If you've read this blog for any amount of time, you probably know that a year ago this summer, we made the really difficult decision to put our dog, Miss Piggy, to sleep. We put it off as long as was humane, then took her one evening to say good-bye. We also brought her remains home and buried her in a hole in our backyard.
Life's lessons about life and death are never just taught and let go when you have kids. You don't have the conversation about how the dog is dead and gone just once, but many many times in multifarious ways. You explain it on the day you make one of the toughest choices of your (dog loving) life. You explain it the next day as you read a book about saying good bye to a family pet. You talk about the body returning to the earth and enriching the soil with its power, just as the animal once enriched your life with her love.
And, if you have a very literal toddler in the house, you talk about it in practical, measured, real terms.
The dog was ill. No, it's not the kind of illness you can catch from her. She died. When someone or an animal dies, they are gone from the world we can see forever. No, she's not really gone forever. She's in your heart as long as you remember her. Her body will help the flowers and trees grow, so she lives on through them. Where is she? (Shit? Do I believe in heaven for dogs???) Um. In a hole in the ground. Out back.
Ever since she made the connection that "Piggy's in a hole in the backyard." we hear her talk about it ocassionally. There was the time when my mom took both my kids to storytime, and the story was about a dog. When the reader asked the kids who had a dog at home, Luca called out, "I have two. Ruby who is lazy and Piggy who's in the hole." Surprisingly, no visit from CPS, nor animal control, was paid us that week.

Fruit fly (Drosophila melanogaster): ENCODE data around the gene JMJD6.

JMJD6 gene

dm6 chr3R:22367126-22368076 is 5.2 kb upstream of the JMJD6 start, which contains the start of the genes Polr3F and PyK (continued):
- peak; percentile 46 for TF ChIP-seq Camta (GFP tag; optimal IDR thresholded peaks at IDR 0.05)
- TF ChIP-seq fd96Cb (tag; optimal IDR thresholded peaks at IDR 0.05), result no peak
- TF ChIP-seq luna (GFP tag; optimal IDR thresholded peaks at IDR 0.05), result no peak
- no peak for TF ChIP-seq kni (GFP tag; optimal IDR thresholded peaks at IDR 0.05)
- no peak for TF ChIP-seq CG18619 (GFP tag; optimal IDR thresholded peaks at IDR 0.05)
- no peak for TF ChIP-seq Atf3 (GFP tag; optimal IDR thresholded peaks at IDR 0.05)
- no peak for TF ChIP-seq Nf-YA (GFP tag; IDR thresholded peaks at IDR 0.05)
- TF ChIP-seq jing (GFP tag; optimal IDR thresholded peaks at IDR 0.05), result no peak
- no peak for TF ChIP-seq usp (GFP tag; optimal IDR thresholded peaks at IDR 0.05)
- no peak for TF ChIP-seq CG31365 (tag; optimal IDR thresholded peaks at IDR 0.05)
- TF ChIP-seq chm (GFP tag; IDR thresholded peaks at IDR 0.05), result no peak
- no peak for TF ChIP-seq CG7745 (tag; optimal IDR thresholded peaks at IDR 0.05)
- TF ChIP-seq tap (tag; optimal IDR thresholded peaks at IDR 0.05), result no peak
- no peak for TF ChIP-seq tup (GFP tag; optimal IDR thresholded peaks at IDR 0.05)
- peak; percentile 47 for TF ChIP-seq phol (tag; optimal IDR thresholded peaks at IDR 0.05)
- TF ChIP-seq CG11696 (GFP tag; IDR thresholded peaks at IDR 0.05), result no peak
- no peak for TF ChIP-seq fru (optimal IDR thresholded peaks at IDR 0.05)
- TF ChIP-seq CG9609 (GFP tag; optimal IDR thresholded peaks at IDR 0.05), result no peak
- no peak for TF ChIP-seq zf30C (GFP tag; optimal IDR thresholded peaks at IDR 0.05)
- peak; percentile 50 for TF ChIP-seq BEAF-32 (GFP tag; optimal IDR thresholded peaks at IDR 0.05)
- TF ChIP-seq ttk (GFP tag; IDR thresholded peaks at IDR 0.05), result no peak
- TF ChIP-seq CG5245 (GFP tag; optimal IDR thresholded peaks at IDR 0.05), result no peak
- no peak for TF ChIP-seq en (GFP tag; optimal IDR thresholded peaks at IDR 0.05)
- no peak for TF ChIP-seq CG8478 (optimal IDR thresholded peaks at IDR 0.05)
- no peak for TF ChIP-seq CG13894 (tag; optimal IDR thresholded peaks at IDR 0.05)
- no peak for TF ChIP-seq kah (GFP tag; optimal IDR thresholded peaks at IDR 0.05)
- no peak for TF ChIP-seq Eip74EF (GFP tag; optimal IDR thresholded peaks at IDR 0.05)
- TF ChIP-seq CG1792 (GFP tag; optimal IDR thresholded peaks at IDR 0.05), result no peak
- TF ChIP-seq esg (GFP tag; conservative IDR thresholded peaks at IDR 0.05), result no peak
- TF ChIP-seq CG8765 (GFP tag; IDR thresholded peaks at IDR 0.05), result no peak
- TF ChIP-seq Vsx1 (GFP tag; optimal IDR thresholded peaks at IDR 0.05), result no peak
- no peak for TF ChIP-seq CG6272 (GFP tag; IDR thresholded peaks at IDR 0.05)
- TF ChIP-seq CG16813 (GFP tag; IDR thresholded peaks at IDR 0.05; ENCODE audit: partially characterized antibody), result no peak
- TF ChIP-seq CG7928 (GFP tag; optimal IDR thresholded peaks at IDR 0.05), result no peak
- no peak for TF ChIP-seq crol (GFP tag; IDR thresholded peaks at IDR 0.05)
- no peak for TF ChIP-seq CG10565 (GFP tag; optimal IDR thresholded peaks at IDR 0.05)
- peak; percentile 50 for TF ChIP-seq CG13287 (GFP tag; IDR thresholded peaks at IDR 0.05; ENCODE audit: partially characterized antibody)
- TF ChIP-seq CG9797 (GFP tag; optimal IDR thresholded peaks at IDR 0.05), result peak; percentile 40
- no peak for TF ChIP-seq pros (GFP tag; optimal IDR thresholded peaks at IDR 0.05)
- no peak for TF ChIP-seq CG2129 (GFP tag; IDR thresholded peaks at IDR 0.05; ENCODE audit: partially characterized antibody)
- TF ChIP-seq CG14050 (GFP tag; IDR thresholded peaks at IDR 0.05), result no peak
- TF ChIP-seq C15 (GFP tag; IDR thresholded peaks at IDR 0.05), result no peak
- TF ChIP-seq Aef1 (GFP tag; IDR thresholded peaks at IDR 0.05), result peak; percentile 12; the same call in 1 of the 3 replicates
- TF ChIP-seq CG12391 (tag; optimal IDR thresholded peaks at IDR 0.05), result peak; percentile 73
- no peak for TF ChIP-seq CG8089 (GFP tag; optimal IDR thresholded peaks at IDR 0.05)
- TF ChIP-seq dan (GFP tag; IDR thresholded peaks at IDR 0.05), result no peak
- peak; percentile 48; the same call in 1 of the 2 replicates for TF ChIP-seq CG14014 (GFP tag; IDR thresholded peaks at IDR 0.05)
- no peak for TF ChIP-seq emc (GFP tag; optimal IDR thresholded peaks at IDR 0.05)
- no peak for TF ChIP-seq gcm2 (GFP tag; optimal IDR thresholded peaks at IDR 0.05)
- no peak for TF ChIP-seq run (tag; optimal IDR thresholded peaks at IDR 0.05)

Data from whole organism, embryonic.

My kid is nothing if not linear and literal. She's one of the most sensitive kids I've ever known (take that for what it's worth, since she's also the first kid I've ever know this well) but one thing she is not is sentimental. So talking about her dog in a hole doesn't make her sad or wistful. It's just another fact of life.
Meanwhile, our other dog Ruby is no spring chicken. At 13, she's been having issues off and on with one of her front legs, and other than giving her supplements and managing the pain for her, there's not much we can do about it. Surgery IS an option, strictly speaking, but not a viable one in her case. Her condition took a nosedive about a week ago, and as a result she's now struggling more with things like climbing the stairs to sleep in our room or jumping on the couch. Real first-world dog problems, I realize, but those creature comforts are very much a part of the lifestyle with which she has become accustomed.
Yesterday, she made a leap for the couch and didn't make it, falling back on the new wood floors and doing a roll/flip move that left her righted lying on her belly in the middle of the floor. Once we assessed that she hadn't hurt herself more in the fall (she hadn't) we started talking about how sad it was that she couldn't get on the couch anymore.
Luca was deep in trying to force her brother to play some game she was making up as it went (that no doubt involved her being in charge and him obeying) when she looked up at us and said, with the most deadpan delivery yet, "We should probably just go ahead and put her in a hole now, guys."
And then, she went back to playing.